Hiawatha Golf Course Property Master Plan Update: Groundwater Pumping

At its last meeting, the Hiawatha Golf Course Property Master Plan Community Advisory Committee (CAC) asked Minneapolis Park and Recreation Board (MPRB) staff and consultants to explain why and when groundwater pumping at the golf course is bad and why the MPRB wants to reduce pumping.

Below is an explanation of how efforts to keep the golf course dry negatively affect the property’s natural environment and its ability to recover from flooding and increased precipitation.

First, a few facts about the Hiawatha Golf Course Property:

  • The property is situated adjacent to and below the normal elevation of Lake Hiawatha.
  • Two pieces of infrastructure keep the course dry: a large berm (raised bank) that separates Lake Hiawatha from the golf course, and six water pumps that remove water from wet areas and pump it into the lake.
  • Dewatering coincidentally creates a cone of depression that protects, to some degree, nearby homes’ basements from groundwater intrusion.
  • The MPRB has a new permit from the Minnesota Department of Natural Resources (DNR) to pump up to 308 million gallons of groundwater from the property annually, based on monitoring performed as part of a 2017 study.
  • However, with an increasingly wet climate, the amount actually pumped has increased, estimated at more than 400 million gallons per year.

Efforts to maintain the property as an active recreation facility have the following negative effects on the natural environment and its ability to recover from large amounts of precipitation responsibly:

The berm separating the Lake Hiawatha from the Hiawatha Golf Course cuts off Minnehaha Creek and Lake Hiawatha’s use of the full floodplain during smaller, more frequent weather events.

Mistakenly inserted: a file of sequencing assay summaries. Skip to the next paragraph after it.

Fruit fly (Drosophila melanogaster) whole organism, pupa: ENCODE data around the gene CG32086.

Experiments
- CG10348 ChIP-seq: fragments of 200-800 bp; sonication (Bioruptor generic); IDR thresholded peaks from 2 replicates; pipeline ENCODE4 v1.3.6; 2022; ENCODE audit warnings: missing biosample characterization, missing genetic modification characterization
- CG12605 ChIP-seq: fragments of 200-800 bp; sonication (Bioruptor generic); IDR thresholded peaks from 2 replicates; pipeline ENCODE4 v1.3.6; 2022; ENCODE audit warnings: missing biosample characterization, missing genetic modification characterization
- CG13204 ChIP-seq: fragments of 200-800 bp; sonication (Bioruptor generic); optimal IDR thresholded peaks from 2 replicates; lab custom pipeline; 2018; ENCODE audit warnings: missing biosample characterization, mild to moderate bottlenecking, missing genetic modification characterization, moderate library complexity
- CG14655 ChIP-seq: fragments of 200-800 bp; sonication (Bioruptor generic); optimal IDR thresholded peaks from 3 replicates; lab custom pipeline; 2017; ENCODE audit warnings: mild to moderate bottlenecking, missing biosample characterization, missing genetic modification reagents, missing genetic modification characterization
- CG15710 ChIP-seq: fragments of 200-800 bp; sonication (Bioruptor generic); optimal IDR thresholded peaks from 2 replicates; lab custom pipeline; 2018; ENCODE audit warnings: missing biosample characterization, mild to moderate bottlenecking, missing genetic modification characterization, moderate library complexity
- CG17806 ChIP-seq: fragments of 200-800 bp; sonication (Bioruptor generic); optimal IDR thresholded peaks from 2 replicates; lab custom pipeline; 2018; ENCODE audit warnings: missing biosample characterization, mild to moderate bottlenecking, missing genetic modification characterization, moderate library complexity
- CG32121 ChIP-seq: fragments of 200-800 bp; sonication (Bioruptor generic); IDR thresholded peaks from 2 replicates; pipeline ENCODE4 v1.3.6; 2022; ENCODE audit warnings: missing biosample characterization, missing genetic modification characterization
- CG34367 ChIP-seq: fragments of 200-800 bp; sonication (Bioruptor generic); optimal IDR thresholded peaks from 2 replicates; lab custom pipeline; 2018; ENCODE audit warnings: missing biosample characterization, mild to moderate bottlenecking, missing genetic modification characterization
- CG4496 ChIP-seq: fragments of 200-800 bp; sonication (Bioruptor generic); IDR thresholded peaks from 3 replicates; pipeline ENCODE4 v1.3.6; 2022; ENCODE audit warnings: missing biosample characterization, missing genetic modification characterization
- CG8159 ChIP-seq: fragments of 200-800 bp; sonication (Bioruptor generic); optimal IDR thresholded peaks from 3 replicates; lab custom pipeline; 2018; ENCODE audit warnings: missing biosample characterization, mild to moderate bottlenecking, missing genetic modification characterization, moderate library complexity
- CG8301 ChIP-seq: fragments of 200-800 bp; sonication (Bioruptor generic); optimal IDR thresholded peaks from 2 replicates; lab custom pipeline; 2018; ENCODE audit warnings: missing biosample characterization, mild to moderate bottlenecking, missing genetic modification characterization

The berm that separates Lake Hiawatha from the golf course cuts off the natural floodplain area, which limits the floodplain’s effectiveness during smaller, more frequent events along Minnehaha Creek. When rain falls over the watershed, the golf course area behind the berm cannot be utilized as floodplain storage.

Without the berm, these flows could be temporarily stored in a larger contiguous surface area of Lake Hiawatha and the golf course area, resulting in less bounce or swelling during non-catastrophic storms and potentially reducing creek levels upstream and downstream.

Reducing bounce on the creek and lake during these events could, for instance, allow the Lake Nokomis outlet to be open more frequently and sooner after rain events for relief of that lake. Floodplains are essential to the watershed; they are buffers that store extra water that falls over the watershed. Cutting off the floodplain is not responsible water management — it pushes water onto other properties upstream and downstream of Lake Hiawatha.

The berm does not allow floodwater to recede after a catastrophic event. Instead floodwater must be pumped from the golf course.

When the property catastrophically floods and the lake and creek overtop the berm, as it did in June 2014, floodwater becomes trapped behind the berm and can’t drain naturally. Instead, it must be pumped out, and that can only occur after the creek and lake draw down below the top of the berm.